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CANCELLED: Seeing the West: The Legacy and Influence of Ansel Adams, Edward Weston, and Edward Curtis on Art

Thu May 21st 2020, 4:30 - 6:30pm
Event Sponsor
Bill Lane Center for the American West, Stanford University;
Stanford Arts Institute
Koret-Taube Conference Room
Gunn-SIEPR Building
366 Galvez Street
Stanford University
CANCELED: Seeing the West: The Legacy and Influence of Ansel Adams, Edward Weston, and Edward Curtis on Art

The influences of Adams, Weston and Curtis on contemporary photography will be examined as later generations of artists continue to reinterpret these early works for audiences today and into the future. 


It is the intention of this symposium to bring together experts, artists and art historians to understand the historical contributions of three iconic American photographers towards creating how the American West was first introduced to the imagination of the larger public. It was through the dissemination and influence of these early photographs that the American people came to see and understand the mystique of the West. These images had a profound influence on American public policy and helped to establish photography as a contemporary art form.
The art of modern photography emerged during the early 20th century out of the Victorian Age through the innovation of innovators such as Ansel Adams, Edward Weston and Edward Curtis.  These three pillars of American photography developed what came to be known as the modernist style characterized by the use of a large-format camera to create sharply focused and richly detailed black-white images. These photographers captured elemental landscapes, sculptural nudes, everyday objects, and vanishing cultures as a democratic approach to the representation of subject matters. 
Our symposium will examine how the legacy of Adams, Weston, and Curtis continue to exert influence over contemporary photographers today as seen in the works of Catherine Opie and Will Wilson. 


Catherine Opie, Photographer, Professor of Art, UCLA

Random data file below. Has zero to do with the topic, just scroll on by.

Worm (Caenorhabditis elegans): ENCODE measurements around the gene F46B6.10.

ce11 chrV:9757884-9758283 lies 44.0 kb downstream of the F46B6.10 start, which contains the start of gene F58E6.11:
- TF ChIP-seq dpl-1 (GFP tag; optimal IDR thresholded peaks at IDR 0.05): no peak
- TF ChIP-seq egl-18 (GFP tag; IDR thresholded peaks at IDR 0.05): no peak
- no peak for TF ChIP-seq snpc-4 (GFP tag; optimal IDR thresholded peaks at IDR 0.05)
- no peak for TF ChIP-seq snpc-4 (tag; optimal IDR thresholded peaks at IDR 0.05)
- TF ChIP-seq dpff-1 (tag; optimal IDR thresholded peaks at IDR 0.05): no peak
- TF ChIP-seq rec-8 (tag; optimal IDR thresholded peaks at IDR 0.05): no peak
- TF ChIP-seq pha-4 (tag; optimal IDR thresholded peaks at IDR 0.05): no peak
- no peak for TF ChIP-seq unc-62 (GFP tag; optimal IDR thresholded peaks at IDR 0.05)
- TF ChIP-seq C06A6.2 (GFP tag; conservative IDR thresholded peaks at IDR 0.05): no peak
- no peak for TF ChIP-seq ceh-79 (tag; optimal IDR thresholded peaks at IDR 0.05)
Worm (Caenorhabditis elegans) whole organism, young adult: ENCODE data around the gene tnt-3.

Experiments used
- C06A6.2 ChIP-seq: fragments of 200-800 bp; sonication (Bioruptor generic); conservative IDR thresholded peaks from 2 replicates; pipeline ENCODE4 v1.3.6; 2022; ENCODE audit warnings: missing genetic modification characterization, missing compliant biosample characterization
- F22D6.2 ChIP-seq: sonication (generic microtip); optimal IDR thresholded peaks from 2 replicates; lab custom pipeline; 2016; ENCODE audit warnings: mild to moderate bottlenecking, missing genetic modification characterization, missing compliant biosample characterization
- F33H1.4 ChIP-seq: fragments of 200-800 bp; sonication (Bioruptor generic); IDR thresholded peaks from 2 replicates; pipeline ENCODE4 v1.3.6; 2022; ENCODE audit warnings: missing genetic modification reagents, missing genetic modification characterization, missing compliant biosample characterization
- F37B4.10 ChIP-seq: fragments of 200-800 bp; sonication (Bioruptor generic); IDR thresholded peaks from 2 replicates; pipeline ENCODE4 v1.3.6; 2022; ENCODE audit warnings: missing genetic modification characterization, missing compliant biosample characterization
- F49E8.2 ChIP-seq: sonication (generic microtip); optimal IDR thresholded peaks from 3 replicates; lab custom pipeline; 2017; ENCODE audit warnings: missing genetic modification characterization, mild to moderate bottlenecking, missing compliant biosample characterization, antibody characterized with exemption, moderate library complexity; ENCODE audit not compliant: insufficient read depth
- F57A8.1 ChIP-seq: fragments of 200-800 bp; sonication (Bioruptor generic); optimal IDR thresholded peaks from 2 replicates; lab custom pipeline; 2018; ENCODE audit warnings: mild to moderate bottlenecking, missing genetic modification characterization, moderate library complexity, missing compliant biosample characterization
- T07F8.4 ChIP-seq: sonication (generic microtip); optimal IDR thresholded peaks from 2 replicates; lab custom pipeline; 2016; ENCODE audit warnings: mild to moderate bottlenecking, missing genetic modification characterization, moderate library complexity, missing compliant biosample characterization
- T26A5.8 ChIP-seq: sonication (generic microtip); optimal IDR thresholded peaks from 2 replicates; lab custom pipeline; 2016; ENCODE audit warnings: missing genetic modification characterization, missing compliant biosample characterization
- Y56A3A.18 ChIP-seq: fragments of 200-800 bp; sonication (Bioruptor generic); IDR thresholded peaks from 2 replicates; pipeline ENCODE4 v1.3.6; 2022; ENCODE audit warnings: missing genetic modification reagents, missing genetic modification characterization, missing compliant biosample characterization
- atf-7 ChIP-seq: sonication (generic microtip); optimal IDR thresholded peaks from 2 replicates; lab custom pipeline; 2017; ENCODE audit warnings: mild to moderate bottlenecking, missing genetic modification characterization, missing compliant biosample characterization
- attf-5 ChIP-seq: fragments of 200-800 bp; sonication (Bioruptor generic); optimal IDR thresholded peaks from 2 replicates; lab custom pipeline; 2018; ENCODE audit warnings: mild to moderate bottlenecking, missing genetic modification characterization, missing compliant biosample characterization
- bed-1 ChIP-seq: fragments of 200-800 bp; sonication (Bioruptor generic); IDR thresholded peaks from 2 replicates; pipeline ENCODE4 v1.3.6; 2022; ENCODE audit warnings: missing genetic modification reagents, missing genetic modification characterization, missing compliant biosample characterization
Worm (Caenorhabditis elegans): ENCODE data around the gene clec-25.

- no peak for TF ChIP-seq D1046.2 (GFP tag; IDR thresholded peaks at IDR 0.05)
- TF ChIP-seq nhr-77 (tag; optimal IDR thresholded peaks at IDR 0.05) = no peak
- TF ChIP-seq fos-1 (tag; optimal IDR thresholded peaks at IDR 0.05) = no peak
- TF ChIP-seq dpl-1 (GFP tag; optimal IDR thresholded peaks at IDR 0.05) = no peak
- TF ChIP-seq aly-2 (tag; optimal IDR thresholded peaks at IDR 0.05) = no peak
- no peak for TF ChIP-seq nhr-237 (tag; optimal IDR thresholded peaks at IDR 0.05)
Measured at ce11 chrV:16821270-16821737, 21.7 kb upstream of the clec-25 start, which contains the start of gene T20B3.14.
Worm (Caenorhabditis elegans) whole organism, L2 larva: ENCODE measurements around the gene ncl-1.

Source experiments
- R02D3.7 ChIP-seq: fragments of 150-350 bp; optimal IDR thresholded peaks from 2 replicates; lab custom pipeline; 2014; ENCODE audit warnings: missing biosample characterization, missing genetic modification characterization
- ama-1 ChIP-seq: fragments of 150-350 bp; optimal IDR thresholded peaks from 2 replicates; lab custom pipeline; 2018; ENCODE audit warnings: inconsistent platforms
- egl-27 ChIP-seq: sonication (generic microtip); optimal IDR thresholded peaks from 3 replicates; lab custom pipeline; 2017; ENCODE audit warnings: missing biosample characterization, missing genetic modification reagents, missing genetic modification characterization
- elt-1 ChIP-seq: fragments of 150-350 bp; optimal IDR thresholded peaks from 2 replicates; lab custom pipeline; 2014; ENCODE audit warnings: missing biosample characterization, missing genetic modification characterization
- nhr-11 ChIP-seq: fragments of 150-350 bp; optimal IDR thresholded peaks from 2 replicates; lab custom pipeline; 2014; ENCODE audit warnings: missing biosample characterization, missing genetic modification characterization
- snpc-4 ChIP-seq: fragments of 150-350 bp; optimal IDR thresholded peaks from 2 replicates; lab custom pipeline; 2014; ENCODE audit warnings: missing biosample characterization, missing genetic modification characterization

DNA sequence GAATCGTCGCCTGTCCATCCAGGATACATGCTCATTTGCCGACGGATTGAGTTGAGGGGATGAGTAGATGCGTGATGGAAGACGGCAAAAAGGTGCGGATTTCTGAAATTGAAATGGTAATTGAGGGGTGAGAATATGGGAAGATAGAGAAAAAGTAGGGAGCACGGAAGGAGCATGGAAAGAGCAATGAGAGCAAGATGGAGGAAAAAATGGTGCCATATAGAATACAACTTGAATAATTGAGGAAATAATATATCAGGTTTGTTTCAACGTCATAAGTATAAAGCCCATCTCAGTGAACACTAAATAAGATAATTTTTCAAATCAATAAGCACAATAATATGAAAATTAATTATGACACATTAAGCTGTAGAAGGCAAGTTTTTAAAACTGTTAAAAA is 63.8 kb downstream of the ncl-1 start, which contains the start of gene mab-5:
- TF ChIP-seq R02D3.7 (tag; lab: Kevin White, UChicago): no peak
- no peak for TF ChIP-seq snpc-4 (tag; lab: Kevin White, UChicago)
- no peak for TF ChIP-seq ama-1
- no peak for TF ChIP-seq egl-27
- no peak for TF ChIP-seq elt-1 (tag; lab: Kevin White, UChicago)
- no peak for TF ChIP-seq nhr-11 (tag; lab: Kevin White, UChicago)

Becky Senf, Chief Curator, Center for Contemporary Photography, University of Arizona (Tucson) & Chief Curator, Phoenix Museum of Art

Will WilsonDiné (Navajo) Photographer, Art Historian, Lecturer

Richard Meyer (moderator), Halperin Professor of Art History, Stanford University




Color headshot of Catherine Opie

Catherine Opie

Artist and Professor of Photography, UCLA

Catherine Opie’s work has been exhibited extensively throughout the United States, Europe, and Japan. Her selected solo exhibitions include shows at the Institute of Contemporary Art, Boston; Walker Art Center, Minneapolis; St. Louis Art Museum; Museum of Contemporary Art, Chicago; Museum of Contemporary Art, Los Angeles; along with many other galleries and museums around the world. Best known for her color portraits, Opie’s work explores the strata of our society by focusing on particular groups such as high school football players, S&M leather participants, and LGBT communities. Often politically charged, her photographs feature a central figure occupying a flattened space, highlighting her subject’s inner life through the removal of external detail. Throughout her practice, Opie investigates queer culture and personal history, creating work that is often autobiographical and informed by her experiences as a lesbian woman.

Opie was awarded a 2019 Guggenheim Fellowship in Photography and was a recipient of the Julius Shulman Excellence in Photography award in 2013 and a United States Artists Fellowship in 2006.


Color headshot of Becky Senf

Becky Senf

Chief Curator, Center for Creative Photography and Norton Family Curator, Phoenix Museum of Art